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Here's an interest you don't include in your dating profile bio: I love watching true crime documentaries. I actually prefer the term "murder shows," which I imagine would sound even less attractive to a prospective mate.

I've been in a relationship for well over a year now, though, so I've been slowly introducing all the weird shit I used to enjoy back into my life over the past few months. To that end, almost all of the television I've watched recently has been nothing but murder shows. I've burned through at least 20 seasons worth of episodes in that time, covering shows from Deadly Women to The Nightmare Next Door and everything in between (provided it's on Netflix). I've seen it all lately as it relates to grisly crime porn, and most of it doesn't make for great comedy material.

That can't be said for the things on this list, though! These are the five funniest moments you'll see in any true crime documentary.

The Part Where Nobody Locks Their Doors

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Here is the opening line from approximately 9 out of 10 murder shows: "It was the kind of small town where nobody locks their doors."

Heads up: If you live in one of those towns, start locking your goddamn door. There are killers coming after you, and you would know it if you watched these shows. You don't, though, and that's why murder shows will never go away. For time eternal, people in towns with populations in the four-to-five digit range will always take the lack of hustle and bustle around them as a sign that they're safe from all of the horrors of "city life."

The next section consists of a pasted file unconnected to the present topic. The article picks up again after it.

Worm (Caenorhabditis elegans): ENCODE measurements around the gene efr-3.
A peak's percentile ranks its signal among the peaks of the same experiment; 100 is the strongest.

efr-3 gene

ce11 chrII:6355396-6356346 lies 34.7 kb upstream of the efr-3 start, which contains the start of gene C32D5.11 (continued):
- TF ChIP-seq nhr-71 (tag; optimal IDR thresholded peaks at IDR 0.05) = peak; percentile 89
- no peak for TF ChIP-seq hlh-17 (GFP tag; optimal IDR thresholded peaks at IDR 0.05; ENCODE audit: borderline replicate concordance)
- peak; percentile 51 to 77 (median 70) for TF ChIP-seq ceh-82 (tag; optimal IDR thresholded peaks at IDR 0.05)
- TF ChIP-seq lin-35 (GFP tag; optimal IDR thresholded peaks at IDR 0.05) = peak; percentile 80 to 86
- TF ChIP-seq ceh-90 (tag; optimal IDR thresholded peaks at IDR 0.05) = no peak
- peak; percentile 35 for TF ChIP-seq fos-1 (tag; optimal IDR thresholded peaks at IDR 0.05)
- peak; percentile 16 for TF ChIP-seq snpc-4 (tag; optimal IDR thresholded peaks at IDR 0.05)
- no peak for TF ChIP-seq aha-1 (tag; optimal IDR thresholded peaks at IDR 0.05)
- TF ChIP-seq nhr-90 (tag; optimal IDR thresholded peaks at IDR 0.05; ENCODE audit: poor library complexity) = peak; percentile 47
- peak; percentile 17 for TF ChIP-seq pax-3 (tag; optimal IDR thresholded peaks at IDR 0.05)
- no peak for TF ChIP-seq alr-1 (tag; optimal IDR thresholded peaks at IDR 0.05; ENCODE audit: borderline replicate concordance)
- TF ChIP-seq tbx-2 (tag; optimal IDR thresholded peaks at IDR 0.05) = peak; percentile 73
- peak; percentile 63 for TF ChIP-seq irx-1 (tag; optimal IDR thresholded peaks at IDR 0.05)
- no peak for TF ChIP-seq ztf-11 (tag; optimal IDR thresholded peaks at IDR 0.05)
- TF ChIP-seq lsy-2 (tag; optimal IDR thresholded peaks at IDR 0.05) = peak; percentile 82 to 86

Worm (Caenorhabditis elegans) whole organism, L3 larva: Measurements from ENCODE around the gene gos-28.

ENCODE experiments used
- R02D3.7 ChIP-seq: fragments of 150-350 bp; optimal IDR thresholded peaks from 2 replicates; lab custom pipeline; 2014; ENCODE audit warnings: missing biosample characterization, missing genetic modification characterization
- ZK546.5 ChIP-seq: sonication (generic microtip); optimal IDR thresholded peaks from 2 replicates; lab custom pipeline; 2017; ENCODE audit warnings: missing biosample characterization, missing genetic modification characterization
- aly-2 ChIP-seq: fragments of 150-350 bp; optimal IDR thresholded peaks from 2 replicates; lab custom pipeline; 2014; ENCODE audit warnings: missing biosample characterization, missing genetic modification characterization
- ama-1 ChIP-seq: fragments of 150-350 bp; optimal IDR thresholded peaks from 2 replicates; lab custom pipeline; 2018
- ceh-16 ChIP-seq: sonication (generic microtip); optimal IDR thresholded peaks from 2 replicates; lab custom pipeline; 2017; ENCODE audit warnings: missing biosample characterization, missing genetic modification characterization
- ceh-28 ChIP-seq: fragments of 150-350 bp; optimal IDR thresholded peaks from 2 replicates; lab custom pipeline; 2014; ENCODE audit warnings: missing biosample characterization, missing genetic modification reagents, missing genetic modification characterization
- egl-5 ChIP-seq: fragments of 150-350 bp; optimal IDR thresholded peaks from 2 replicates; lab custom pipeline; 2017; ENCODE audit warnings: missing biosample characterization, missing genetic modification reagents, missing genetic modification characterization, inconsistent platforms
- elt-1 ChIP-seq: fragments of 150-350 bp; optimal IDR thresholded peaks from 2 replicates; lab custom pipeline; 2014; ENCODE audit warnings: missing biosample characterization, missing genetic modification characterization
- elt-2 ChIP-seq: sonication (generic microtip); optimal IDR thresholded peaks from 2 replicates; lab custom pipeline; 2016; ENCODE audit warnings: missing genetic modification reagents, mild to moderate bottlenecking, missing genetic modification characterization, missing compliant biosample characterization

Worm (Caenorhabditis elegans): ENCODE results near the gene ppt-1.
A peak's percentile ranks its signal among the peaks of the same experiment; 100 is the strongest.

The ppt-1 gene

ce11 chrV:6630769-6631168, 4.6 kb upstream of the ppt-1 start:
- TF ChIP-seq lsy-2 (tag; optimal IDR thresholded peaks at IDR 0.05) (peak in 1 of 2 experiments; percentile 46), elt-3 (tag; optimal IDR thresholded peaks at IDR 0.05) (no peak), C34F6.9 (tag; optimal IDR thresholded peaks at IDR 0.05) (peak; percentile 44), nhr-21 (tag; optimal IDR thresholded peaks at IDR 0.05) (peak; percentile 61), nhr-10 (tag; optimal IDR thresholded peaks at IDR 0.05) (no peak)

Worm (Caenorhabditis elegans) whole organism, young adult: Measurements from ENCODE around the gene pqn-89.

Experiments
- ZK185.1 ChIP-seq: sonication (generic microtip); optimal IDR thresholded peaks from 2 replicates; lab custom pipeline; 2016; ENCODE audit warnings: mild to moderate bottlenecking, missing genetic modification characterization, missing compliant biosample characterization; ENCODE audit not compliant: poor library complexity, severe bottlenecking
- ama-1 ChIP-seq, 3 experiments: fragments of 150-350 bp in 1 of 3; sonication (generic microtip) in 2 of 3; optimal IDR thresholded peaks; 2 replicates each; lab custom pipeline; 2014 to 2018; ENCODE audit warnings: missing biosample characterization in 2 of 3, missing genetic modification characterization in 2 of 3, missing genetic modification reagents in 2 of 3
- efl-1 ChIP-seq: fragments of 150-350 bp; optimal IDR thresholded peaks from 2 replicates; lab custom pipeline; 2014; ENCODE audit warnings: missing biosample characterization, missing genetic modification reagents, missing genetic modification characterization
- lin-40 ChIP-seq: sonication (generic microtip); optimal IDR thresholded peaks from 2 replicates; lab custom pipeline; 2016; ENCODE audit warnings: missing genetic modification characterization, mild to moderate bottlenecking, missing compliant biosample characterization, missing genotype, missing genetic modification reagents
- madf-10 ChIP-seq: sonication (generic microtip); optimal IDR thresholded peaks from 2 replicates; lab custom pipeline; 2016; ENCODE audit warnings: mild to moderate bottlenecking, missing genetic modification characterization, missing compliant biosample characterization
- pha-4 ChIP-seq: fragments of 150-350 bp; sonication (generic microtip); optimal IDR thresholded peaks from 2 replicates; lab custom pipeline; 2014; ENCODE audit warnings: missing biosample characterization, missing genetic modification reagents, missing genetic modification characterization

So people don't lock their doors and what happens? At some point, some random lunatic blows into town, walks through one of those readily available unlocked doors and just murders the shit out of someone, usually a woman. It's so common among the stories featured on these shows that I'm genuinely surprised when I hear a news story about a serial killer terrorizing a major city, even if it went unspeakably well for Jason Voorhees.

Not to mention dozens of satisfied moviegoers.

Why put up with all the extra hassle that comes with trying to kill someone who actually takes steps to protect themselves when you could just go to the nearest one stoplight town and have a veritable buffet of potential victims sleeping cozily behind their unlocked doors?